Orme di Antiorario


Here I was, a few minutes ago, overfed after a delicious dinner with friends in my birth town—for once not plagued by industrial smells, as the winds were blowing away from the city and into the adjacent countryside—and pondering over all the different scenarios that would present themselves to me in the new day.

Linguistic rant of the day

I was going to tweet one simple question to the world, but then I decided it deserved more than 140 characters: when did pointing out misspellings become a bigger crime than the misspellings themselves? It’s a theoretical question, since I haven’t pointed out anything to anyone—not recently, that is.

My spacetime construction

On the third day the sun came out in Cincinnati. I was almost starting to doubt that they even had a sun in Ohio. All things considered, though, it’s been good for conference business. I am not going to say that the conference was a breakthrough – it wasn’t. But there have been positive aspects.

My failed strategy

From AppleInsider’s post on iTunes LP:

As for the production costs associated with iTunes LP titles, if the $10,000 figure cited is true, it’s hard to imagine how Apple is cranking these out for so little. Authoring any sort of interactive content is expensive. Try to [hire some] expert designers in Silicon Valley [to] do your website for $10,000 and you might get laughed at derisively.

There must be something wrong in my marketing strategy.

My final rush

The nothingness of inner California is reassuring. Well, it’s not reassuring per se, but the idea of being just a sharp turn away from the Pacific coast, and just a few hundred miles from major cities – and what cities! – definitely is.

August 12. We decided not to drive on California Highway 1 – thus avoiding Big Sur, Carmel and Monterey – simply because it would have set us back another night. Certainly not because we had had enough Kerouackian experiences during the trip.

My techno vibe

Honestly, the prospect of driving to Los Angeles at what sounded like the rush hour of the afternoon could have been dreadful. Considering also that Hilary, who was going to give us a place to crash for the night, does not exactly live on the south side of the metro area. I had vivid memories of four hours spent driving north on Interstate 405 on a previous trip and in similar conditions, and I hoped the experience would not repeat itself.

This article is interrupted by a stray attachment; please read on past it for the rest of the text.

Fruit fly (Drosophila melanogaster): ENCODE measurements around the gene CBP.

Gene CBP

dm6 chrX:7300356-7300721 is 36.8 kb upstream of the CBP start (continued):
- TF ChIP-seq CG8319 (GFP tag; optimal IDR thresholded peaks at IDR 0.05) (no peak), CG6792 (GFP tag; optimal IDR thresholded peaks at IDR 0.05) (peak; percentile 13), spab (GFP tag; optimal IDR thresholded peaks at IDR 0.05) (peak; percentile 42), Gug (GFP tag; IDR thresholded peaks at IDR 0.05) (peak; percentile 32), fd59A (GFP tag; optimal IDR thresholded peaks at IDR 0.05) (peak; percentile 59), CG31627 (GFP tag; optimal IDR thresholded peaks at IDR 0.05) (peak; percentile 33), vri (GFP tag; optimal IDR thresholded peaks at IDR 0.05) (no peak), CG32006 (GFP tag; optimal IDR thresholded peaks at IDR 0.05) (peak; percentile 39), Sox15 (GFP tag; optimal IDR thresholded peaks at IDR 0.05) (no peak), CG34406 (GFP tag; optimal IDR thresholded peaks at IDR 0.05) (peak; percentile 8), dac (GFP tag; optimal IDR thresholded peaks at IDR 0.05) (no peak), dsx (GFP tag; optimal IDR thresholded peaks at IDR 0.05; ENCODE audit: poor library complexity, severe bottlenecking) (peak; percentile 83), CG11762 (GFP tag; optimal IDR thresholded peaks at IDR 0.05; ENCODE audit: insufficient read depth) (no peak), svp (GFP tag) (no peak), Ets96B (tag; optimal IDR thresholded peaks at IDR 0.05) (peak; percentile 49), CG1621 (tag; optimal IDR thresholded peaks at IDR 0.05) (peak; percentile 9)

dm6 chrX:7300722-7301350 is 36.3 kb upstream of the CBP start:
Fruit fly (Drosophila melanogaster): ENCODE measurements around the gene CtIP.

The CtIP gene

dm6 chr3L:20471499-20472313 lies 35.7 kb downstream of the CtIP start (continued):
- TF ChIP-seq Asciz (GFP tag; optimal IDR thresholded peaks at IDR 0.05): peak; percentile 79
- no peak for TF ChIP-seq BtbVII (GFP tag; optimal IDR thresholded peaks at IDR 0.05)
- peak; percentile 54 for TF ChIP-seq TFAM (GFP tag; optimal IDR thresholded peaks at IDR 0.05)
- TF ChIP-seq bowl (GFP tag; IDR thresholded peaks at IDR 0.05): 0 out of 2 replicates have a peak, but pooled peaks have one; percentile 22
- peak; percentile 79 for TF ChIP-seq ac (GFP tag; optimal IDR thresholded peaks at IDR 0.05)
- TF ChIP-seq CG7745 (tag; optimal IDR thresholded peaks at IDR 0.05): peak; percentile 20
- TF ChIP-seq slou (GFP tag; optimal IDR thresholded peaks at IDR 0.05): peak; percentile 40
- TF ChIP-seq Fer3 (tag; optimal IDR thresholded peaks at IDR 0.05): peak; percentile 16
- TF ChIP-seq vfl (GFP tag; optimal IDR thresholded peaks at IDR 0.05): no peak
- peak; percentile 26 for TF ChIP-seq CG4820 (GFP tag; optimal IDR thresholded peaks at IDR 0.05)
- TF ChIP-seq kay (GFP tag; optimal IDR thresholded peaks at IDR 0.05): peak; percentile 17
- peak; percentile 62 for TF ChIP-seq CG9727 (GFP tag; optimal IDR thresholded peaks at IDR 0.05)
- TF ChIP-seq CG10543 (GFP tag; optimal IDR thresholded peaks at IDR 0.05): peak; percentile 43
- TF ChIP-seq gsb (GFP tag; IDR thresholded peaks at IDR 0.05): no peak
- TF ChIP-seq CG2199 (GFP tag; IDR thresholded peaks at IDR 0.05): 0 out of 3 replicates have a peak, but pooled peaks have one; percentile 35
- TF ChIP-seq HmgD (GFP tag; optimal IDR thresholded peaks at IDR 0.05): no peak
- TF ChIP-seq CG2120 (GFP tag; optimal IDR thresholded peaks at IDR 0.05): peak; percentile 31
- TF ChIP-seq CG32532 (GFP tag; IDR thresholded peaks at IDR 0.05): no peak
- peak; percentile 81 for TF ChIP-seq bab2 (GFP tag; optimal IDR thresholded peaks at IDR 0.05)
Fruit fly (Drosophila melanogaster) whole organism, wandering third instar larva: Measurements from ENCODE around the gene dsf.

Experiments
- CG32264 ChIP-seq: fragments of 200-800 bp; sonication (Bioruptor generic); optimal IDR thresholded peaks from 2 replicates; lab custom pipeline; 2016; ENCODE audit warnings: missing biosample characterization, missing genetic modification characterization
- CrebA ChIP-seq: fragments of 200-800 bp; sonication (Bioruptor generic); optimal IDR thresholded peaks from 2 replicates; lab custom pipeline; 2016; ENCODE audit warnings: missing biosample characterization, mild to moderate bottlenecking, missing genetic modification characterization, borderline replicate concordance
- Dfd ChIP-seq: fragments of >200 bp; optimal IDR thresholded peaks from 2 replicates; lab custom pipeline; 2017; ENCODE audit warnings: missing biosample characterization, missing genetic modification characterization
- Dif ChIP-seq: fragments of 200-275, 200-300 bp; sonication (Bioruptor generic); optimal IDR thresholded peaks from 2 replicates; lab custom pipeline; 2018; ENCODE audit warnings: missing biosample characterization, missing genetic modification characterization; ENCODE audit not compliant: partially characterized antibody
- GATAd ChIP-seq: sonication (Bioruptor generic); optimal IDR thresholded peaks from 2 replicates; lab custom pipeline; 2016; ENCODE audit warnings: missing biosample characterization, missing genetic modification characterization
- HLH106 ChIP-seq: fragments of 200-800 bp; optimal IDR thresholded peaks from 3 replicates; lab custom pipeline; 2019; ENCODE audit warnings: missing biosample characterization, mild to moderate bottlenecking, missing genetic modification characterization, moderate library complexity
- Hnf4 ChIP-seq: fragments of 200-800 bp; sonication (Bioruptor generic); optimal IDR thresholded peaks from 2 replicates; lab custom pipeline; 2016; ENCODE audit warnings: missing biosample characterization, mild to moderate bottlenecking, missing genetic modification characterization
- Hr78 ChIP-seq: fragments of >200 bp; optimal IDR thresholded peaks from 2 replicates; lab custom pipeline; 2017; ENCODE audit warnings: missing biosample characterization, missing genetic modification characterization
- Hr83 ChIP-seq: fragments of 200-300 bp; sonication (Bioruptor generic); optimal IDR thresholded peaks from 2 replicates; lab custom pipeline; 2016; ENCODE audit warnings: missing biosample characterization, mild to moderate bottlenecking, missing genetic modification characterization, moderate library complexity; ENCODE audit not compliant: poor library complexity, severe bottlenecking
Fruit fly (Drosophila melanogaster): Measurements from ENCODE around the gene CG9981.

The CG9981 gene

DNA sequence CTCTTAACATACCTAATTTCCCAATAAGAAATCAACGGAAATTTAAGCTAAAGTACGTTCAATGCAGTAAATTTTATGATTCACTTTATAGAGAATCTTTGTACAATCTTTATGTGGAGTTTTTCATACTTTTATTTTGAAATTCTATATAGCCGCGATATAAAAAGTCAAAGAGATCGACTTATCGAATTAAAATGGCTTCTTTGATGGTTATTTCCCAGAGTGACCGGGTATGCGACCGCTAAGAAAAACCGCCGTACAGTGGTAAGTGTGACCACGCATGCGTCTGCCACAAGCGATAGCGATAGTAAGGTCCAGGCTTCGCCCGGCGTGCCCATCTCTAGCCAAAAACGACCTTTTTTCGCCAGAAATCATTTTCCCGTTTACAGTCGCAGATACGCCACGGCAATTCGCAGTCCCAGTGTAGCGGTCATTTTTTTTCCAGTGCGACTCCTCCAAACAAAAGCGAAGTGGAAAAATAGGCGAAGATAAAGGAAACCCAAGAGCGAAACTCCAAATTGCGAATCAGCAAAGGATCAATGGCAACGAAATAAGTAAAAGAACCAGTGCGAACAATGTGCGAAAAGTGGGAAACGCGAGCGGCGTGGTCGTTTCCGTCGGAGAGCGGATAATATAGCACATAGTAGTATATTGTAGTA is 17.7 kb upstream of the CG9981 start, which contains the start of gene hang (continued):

Back to August 11. Hilary, being the coolest and chillest person on earth, said she’d wait for us, as she was just hanging with a friend at home. Maybe her chill brought us luck, since we arrived at her doorstep in the exact time predicted by our GPS navigator, and we found her and friend sipping drinks and practicing songs on the couch.

My exploration

I realize our road trip was made for neither tourism nor exploration. We were the non-existent travelers, whose only purpose in crossing the country was to get to the other side in the shortest possible time.

Or were we? And was it? Had that been the case, we would have taken a higher-numbered Interstate and driven through far greater extents of nothingness – possibly even paid much less in room and boredom.

So we weren’t tourists but we weren’t U-Haulers. We weren’t travelers, voyagers, but we still were not insensitive to the surroundings. Especially when it came to California. There was only one plan after our breakfast in San Diego (one of the maybe only two meals we had in non-chain restaurants): hit the beach, touch the ocean, get sand on our toes and not be bothered if it stuck there until the end of the trip.

My Jai Alai

August 10. The top of the Southwest was reached in Dateland, AZ, home of the Cougars. Sure, the cougars at hand are not of the kind one would date – and the dates in question are rather of the kind that grows on trees.

The car’s thermometer showed some insane 108°F while we stopped for gas, and that would be the last time we’d ever reach temperatures of this sort. After that, it would be California, big cities, the ocean and lots of Mexican food.

The second time we drove by the Mexican border on Interstate 8, the border patrol must have been particularly intrigued, so to speak, by the shadow of Vinnie in the back seat. It being night surely didn’t help. Amused, the officer kept repeating that it was an immigration checkpoint, and I kept saying I knew – until after a couple of more dumb questions he let us go. He probably thought our answers were even dumber.

My poolside night chat

So you move two time zones to the west after eight and a half hours (nominal) of driving, and what do you do? Maybe a cup of green tea, then straight to bed. This would have been the case, had we not had a place to stay at Erin and Mike’s.

Back to August 9. Our evening became a sushi dinner, some chatting in the living room, then a night swim in the pool in our friends’ apartment complex. Perfect time for me to suggest that Vinnie the alligator should be taken out of the car and re-inflated.

Smart move, considering I had taken advantage of the car replacement to get Vinnie folded and stuck in the trunk. Matt would then seize this opportunity to reinstate him onto the back seat. (This will have relevance in a later episode.)